Senate blocks House bill on NSA surveillance, 2-month extension

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The Republican-led Senate blocked a House-passed bill and several short-term extensions of the USA Patriot Act early Saturday.

The big stumbling block was a House-passed measure to end the National Security Agency’s bulk collection of domestic phone records. Instead, the records would remain with telephone companies subject to a case-by-case review.

Senate Majority Leader Mitch McConnell favored retaining the program, but fellow Kentuckian and Republican presidential contender Rand Paul blocked any extension no matter how brief past the midnight May 31 expiration.

"This week, I stood on the floor for roughly 11 hours in defense of the Fourth Amendment and successfully blocked the renewal of the Patriot Act,” Paul said in a statement.

“We should never give up our rights for a false sense of security. This is only the beginning-- the first step of many.  I will continue to do all I can until this illegal government spying program is put to an end, once and for all."

McConnell announced early Saturday that the Senate would begin a week-long Memorial Day break and return Sunday, May 31, just hours before the programs lapse.

The Senate had been pressured by the White House to pass the House bill, which drew a large bipartisan vote last week and had the backing of GOP leaders, Democrats and the libertarian-leaning members.

However, the Senate blocked the bill by a vote of 57-42, just shy of the 60-vote threshold to move ahead.

The vote was followed by the rejected of a two-month extension to the existing programs. The vote went 54-45, short of the 60-vote threshold once again.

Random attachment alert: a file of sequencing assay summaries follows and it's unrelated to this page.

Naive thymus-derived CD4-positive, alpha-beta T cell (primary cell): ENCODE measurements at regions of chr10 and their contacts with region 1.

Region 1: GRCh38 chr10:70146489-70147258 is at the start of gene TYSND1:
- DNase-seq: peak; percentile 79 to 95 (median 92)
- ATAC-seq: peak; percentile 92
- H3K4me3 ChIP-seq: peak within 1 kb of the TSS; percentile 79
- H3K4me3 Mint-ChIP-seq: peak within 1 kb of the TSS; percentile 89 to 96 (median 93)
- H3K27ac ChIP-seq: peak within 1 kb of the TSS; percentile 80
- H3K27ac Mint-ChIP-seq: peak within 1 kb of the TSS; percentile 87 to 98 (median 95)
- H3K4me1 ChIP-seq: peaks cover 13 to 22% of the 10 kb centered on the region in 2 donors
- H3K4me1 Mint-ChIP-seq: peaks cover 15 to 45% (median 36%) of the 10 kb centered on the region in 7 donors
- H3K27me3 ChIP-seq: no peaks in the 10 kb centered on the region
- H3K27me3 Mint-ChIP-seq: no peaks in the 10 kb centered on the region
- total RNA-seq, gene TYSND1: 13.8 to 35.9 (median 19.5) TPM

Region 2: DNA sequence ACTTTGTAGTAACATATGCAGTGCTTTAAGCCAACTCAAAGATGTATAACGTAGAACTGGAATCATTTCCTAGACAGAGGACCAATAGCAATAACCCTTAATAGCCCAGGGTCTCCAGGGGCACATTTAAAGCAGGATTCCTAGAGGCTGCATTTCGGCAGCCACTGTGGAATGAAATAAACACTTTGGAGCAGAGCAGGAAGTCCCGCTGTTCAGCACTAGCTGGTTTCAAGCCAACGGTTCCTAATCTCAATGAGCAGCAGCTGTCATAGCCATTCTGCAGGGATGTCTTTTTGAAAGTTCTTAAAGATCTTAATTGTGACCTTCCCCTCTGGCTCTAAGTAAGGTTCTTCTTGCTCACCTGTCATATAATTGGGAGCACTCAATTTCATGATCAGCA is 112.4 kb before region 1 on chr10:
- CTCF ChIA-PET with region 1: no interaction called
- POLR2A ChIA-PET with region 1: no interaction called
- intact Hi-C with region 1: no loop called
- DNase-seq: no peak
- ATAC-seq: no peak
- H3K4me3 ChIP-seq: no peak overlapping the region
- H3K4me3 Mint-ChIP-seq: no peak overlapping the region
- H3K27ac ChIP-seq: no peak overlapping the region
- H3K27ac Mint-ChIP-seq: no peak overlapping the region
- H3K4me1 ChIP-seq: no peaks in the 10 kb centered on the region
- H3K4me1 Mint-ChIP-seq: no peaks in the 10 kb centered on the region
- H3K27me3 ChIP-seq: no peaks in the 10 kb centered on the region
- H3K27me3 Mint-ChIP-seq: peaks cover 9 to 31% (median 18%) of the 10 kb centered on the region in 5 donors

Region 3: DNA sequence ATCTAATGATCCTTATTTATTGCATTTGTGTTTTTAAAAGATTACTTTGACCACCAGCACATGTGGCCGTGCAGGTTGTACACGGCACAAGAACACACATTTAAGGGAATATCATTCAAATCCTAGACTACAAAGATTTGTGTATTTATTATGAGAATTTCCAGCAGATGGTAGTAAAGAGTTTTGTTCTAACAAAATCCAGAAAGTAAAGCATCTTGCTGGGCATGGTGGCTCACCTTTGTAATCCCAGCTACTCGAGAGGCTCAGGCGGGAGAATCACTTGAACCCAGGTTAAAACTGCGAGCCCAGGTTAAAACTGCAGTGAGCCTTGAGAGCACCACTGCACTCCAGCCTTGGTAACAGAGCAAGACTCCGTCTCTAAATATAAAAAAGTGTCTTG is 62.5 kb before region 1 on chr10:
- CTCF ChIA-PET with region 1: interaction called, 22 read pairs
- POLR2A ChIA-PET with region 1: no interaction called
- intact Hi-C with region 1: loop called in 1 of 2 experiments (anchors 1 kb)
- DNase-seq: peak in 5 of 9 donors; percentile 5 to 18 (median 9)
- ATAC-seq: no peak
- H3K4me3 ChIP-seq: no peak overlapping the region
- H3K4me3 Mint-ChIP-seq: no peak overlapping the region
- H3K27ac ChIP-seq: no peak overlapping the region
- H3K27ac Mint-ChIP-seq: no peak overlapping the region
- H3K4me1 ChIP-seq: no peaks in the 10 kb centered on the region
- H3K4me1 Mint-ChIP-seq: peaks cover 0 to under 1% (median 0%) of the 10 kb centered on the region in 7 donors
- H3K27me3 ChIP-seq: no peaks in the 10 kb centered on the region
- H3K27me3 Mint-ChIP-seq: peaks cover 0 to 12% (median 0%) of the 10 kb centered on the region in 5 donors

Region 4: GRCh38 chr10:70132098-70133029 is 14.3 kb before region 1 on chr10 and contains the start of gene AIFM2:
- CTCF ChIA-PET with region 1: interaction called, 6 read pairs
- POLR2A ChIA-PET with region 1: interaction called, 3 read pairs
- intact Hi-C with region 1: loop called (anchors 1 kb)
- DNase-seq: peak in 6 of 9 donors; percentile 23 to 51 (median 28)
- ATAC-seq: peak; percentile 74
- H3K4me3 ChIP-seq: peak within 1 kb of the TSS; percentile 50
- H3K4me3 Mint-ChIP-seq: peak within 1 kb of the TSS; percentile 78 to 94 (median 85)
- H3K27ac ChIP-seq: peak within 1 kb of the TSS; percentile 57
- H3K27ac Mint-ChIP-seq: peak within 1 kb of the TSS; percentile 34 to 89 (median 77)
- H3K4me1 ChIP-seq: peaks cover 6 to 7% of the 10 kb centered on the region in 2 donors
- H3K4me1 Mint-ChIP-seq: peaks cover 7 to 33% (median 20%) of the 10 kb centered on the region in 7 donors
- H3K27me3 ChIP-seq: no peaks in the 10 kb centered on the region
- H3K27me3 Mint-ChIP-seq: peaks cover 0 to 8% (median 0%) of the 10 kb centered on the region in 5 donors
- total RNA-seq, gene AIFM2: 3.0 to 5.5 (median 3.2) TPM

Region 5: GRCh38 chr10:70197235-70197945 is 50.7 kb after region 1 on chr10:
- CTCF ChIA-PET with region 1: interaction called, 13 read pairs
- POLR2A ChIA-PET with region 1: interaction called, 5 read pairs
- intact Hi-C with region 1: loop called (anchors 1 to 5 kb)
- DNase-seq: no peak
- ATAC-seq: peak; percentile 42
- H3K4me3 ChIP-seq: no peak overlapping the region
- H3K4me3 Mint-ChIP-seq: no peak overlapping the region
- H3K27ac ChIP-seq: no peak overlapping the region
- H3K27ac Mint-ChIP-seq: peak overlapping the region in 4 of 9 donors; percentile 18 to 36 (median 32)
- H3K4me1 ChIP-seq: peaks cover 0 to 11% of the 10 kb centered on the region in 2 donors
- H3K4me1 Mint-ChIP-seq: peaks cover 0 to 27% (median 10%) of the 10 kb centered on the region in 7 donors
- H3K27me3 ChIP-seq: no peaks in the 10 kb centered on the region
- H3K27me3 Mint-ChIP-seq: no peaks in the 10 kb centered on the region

After the two votes, McConnell repeatedly asked for an even shorter renewal of current law ticking down days from June 8 to June 2. However, opponents of the post-Sept. 11 law objected every time.

Whatever the Senate approves, must be passed by the House, which had already left for Washington for the Memorial Day recess.

Officials say they will lose valuable surveillance tools if the Senate fails to go along with the house. But key GOP senators, including McConnell, disapprove of the House’s approach.

In the near term, the Justice Department has said the NSA would begin winding down its collection of domestic calling records this week if the Senate fails to act because the collection takes some time to halt.

At issue is a section of the Patriot Act, Section 215, used by the government to justify secretly collecting the "to and from" information about nearly every American landline telephone call. For technical and bureaucratic reasons, the program was not collecting a large chunk of mobile phone records, which made it less effective as few people continued to use landlines.

When former NSA contractor Edward Snowden revealed the program in 2013, many Americans were outraged that the agency had their calling records. President Obama ultimately announced a plan similar to the USA Freedom Act and asked Congress to pass it. He said the plan would preserve the NSA's ability to hunt for domestic connections to international plots without having an intelligence agency holding millions of Americans' private data.

Because the government had the extraordinary powers, Section 215 of the Patriot Act was designed to expire at midnight May 31, unless Congress renews it.

Under the USA Freedom Act, the government would transition over six months to a system under which it queries the phone companies with known terrorists' numbers to get back a list of numbers that had been in touch with a terrorist number.

But if Section 215 expires without replacement, the government would lack the blanket authority to conduct those searches. There would be legal methods to hunt for connections in U.S. phone records to terrorists, said current and former U.S. officials who spoke on condition of anonymity because they were not authorized to discuss the matter publicly. But those methods would not be applicable in every case.

Far less attention has been paid to two other surveillance authorities that expire as well. One makes it easier for the FBI to track "lone wolf" terrorism suspects who have no connection to a foreign power, and another allows the government to eavesdrop on suspects who continuously discard their cellphones in an effort to avoid surveillance.

Fox News’ Chad Pergram and The Associated Press contributed to this report